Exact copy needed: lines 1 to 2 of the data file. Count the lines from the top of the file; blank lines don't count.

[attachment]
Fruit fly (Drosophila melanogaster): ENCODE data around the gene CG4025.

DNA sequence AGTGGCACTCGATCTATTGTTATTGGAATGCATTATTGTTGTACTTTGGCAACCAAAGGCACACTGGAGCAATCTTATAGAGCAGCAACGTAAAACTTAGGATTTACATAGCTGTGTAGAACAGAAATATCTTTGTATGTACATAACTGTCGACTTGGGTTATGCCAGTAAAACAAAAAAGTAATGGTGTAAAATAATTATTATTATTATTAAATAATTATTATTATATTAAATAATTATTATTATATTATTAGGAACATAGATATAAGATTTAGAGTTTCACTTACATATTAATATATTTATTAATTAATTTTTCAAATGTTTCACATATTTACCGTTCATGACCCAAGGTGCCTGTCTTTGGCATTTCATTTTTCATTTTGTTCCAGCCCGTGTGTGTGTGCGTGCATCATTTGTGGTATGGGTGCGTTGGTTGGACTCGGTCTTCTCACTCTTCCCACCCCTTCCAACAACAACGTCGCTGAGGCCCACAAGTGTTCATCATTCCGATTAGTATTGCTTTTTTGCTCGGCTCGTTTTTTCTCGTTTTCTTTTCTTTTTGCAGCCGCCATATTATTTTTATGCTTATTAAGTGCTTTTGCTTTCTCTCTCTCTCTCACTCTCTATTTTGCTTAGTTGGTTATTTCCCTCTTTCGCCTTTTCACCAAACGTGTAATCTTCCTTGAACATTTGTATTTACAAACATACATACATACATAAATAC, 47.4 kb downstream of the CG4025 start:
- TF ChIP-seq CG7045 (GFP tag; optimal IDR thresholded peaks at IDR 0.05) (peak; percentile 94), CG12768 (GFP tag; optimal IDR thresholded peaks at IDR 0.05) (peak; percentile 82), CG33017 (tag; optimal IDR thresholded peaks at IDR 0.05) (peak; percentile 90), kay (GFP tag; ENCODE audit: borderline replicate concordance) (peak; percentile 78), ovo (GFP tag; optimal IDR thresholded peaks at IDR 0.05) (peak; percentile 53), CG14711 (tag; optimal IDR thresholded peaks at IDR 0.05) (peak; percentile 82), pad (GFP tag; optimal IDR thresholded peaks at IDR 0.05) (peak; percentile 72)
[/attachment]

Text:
Fruit fly (Drosophila melanogaster): ENCODE data around the gene CG4025.

DNA sequence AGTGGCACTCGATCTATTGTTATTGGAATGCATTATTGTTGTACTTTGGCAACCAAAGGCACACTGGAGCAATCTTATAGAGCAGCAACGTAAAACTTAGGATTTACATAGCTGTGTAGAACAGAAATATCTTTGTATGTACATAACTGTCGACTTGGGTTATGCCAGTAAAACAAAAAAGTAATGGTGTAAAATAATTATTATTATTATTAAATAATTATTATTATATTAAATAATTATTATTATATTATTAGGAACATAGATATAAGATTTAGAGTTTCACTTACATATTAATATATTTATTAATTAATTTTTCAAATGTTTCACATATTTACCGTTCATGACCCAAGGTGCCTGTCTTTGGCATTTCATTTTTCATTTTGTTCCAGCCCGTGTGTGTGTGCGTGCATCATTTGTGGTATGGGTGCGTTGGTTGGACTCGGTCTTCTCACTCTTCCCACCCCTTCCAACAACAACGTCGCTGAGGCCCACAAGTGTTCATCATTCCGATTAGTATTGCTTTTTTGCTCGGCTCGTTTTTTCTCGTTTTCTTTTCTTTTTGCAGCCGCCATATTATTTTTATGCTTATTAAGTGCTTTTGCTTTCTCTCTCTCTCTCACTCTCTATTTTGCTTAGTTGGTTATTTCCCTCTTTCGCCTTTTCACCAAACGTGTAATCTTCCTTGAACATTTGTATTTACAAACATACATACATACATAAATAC, 47.4 kb downstream of the CG4025 start: